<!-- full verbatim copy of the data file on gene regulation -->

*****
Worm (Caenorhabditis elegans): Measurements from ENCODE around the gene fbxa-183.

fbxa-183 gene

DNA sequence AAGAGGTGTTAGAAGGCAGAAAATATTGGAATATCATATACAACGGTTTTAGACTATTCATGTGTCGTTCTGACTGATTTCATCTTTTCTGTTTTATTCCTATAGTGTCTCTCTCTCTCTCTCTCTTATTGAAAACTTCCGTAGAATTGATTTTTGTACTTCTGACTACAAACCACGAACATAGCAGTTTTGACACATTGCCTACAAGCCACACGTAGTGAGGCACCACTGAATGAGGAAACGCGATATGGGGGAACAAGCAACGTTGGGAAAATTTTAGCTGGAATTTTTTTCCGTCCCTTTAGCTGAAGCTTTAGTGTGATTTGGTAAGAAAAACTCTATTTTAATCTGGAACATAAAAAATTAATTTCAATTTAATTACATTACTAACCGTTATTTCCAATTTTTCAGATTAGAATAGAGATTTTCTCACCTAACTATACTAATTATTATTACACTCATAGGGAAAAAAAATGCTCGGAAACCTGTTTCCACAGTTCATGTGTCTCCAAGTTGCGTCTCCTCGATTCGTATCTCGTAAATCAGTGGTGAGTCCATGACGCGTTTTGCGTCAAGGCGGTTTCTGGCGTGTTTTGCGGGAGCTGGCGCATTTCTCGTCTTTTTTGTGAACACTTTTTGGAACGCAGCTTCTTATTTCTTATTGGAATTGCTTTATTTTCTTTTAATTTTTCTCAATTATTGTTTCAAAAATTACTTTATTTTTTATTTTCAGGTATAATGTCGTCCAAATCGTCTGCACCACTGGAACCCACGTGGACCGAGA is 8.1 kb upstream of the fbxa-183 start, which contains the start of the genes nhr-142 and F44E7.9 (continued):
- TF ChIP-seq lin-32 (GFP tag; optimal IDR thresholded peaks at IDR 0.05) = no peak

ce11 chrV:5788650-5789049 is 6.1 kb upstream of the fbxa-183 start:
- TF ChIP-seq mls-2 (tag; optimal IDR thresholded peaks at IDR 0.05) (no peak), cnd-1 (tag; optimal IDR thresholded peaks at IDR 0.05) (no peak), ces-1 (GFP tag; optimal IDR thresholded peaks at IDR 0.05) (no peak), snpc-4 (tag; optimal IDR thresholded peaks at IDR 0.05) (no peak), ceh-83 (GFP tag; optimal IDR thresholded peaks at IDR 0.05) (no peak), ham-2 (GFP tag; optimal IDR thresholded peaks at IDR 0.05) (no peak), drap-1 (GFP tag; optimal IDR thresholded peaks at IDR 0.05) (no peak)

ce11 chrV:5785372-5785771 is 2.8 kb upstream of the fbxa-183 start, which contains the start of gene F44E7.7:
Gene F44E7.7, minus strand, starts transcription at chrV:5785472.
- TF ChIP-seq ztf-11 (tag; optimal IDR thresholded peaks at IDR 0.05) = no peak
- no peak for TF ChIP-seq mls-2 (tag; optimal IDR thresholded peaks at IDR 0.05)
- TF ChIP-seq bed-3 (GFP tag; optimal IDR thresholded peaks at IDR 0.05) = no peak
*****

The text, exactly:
Worm (Caenorhabditis elegans): Measurements from ENCODE around the gene fbxa-183.

fbxa-183 gene

DNA sequence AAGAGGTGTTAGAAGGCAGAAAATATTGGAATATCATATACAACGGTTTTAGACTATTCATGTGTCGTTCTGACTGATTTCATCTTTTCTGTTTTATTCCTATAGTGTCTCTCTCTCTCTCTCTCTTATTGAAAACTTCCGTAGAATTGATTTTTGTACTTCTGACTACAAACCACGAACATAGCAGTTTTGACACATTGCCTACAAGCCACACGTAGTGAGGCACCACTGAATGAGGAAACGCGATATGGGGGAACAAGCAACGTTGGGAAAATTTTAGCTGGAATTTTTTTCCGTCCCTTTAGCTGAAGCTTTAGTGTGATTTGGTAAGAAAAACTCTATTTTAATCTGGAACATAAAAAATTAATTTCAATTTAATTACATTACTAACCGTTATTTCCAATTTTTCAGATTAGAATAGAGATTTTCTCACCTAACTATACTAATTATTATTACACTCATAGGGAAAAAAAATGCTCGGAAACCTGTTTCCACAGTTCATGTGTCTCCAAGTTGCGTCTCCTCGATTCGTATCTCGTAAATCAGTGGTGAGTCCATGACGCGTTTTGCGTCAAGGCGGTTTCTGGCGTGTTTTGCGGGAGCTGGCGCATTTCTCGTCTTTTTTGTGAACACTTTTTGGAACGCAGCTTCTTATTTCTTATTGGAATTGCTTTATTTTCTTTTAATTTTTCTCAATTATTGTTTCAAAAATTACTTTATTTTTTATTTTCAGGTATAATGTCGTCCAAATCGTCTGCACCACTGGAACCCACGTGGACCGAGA is 8.1 kb upstream of the fbxa-183 start, which contains the start of the genes nhr-142 and F44E7.9 (continued):
- TF ChIP-seq lin-32 (GFP tag; optimal IDR thresholded peaks at IDR 0.05) = no peak

ce11 chrV:5788650-5789049 is 6.1 kb upstream of the fbxa-183 start:
- TF ChIP-seq mls-2 (tag; optimal IDR thresholded peaks at IDR 0.05) (no peak), cnd-1 (tag; optimal IDR thresholded peaks at IDR 0.05) (no peak), ces-1 (GFP tag; optimal IDR thresholded peaks at IDR 0.05) (no peak), snpc-4 (tag; optimal IDR thresholded peaks at IDR 0.05) (no peak), ceh-83 (GFP tag; optimal IDR thresholded peaks at IDR 0.05) (no peak), ham-2 (GFP tag; optimal IDR thresholded peaks at IDR 0.05) (no peak), drap-1 (GFP tag; optimal IDR thresholded peaks at IDR 0.05) (no peak)

ce11 chrV:5785372-5785771 is 2.8 kb upstream of the fbxa-183 start, which contains the start of gene F44E7.7:
Gene F44E7.7, minus strand, starts transcription at chrV:5785472.
- TF ChIP-seq ztf-11 (tag; optimal IDR thresholded peaks at IDR 0.05) = no peak
- no peak for TF ChIP-seq mls-2 (tag; optimal IDR thresholded peaks at IDR 0.05)
- TF ChIP-seq bed-3 (GFP tag; optimal IDR thresholded peaks at IDR 0.05) = no peak